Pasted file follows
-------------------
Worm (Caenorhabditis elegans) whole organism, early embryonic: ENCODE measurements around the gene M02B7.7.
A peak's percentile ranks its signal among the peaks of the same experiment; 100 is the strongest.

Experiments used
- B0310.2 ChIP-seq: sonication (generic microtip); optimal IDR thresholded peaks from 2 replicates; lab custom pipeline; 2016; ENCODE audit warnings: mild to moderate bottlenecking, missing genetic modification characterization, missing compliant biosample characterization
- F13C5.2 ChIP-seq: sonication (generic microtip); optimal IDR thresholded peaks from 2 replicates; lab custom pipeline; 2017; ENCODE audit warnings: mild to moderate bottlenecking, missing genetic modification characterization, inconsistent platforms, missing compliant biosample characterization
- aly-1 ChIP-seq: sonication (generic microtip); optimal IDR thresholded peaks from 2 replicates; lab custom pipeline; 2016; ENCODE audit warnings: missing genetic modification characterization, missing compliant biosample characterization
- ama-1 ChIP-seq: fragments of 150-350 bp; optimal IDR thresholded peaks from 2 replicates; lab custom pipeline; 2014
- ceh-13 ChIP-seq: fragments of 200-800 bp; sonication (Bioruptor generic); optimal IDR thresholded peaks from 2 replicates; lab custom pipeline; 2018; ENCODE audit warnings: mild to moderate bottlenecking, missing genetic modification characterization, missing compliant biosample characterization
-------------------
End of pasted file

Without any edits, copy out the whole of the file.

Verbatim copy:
Worm (Caenorhabditis elegans) whole organism, early embryonic: ENCODE measurements around the gene M02B7.7.
A peak's percentile ranks its signal among the peaks of the same experiment; 100 is the strongest.

Experiments used
- B0310.2 ChIP-seq: sonication (generic microtip); optimal IDR thresholded peaks from 2 replicates; lab custom pipeline; 2016; ENCODE audit warnings: mild to moderate bottlenecking, missing genetic modification characterization, missing compliant biosample characterization
- F13C5.2 ChIP-seq: sonication (generic microtip); optimal IDR thresholded peaks from 2 replicates; lab custom pipeline; 2017; ENCODE audit warnings: mild to moderate bottlenecking, missing genetic modification characterization, inconsistent platforms, missing compliant biosample characterization
- aly-1 ChIP-seq: sonication (generic microtip); optimal IDR thresholded peaks from 2 replicates; lab custom pipeline; 2016; ENCODE audit warnings: missing genetic modification characterization, missing compliant biosample characterization
- ama-1 ChIP-seq: fragments of 150-350 bp; optimal IDR thresholded peaks from 2 replicates; lab custom pipeline; 2014
- ceh-13 ChIP-seq: fragments of 200-800 bp; sonication (Bioruptor generic); optimal IDR thresholded peaks from 2 replicates; lab custom pipeline; 2018; ENCODE audit warnings: mild to moderate bottlenecking, missing genetic modification characterization, missing compliant biosample characterization